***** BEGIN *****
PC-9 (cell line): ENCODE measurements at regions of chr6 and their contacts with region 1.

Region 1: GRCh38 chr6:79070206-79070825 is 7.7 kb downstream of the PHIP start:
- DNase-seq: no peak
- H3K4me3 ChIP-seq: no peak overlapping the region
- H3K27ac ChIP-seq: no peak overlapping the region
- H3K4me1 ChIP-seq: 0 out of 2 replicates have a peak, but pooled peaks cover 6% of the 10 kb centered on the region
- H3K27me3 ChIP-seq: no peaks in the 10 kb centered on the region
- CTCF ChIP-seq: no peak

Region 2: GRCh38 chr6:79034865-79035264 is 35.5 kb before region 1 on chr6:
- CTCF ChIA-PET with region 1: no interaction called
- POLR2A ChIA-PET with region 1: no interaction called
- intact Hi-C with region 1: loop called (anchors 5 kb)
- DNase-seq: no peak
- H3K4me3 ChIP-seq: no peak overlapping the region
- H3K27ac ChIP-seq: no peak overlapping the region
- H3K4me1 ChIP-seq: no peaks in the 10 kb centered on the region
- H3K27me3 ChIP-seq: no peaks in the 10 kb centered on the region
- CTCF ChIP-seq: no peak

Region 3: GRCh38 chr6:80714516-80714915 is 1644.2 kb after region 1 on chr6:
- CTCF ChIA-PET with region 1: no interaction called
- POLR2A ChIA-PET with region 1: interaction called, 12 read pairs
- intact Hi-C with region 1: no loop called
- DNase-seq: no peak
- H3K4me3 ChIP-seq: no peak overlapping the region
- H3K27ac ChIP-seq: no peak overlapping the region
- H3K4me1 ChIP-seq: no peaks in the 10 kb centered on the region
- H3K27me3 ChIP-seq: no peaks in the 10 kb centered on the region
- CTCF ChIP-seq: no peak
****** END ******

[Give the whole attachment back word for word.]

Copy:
PC-9 (cell line): ENCODE measurements at regions of chr6 and their contacts with region 1.

Region 1: GRCh38 chr6:79070206-79070825 is 7.7 kb downstream of the PHIP start:
- DNase-seq: no peak
- H3K4me3 ChIP-seq: no peak overlapping the region
- H3K27ac ChIP-seq: no peak overlapping the region
- H3K4me1 ChIP-seq: 0 out of 2 replicates have a peak, but pooled peaks cover 6% of the 10 kb centered on the region
- H3K27me3 ChIP-seq: no peaks in the 10 kb centered on the region
- CTCF ChIP-seq: no peak

Region 2: GRCh38 chr6:79034865-79035264 is 35.5 kb before region 1 on chr6:
- CTCF ChIA-PET with region 1: no interaction called
- POLR2A ChIA-PET with region 1: no interaction called
- intact Hi-C with region 1: loop called (anchors 5 kb)
- DNase-seq: no peak
- H3K4me3 ChIP-seq: no peak overlapping the region
- H3K27ac ChIP-seq: no peak overlapping the region
- H3K4me1 ChIP-seq: no peaks in the 10 kb centered on the region
- H3K27me3 ChIP-seq: no peaks in the 10 kb centered on the region
- CTCF ChIP-seq: no peak

Region 3: GRCh38 chr6:80714516-80714915 is 1644.2 kb after region 1 on chr6:
- CTCF ChIA-PET with region 1: no interaction called
- POLR2A ChIA-PET with region 1: interaction called, 12 read pairs
- intact Hi-C with region 1: no loop called
- DNase-seq: no peak
- H3K4me3 ChIP-seq: no peak overlapping the region
- H3K27ac ChIP-seq: no peak overlapping the region
- H3K4me1 ChIP-seq: no peaks in the 10 kb centered on the region
- H3K27me3 ChIP-seq: no peaks in the 10 kb centered on the region
- CTCF ChIP-seq: no peak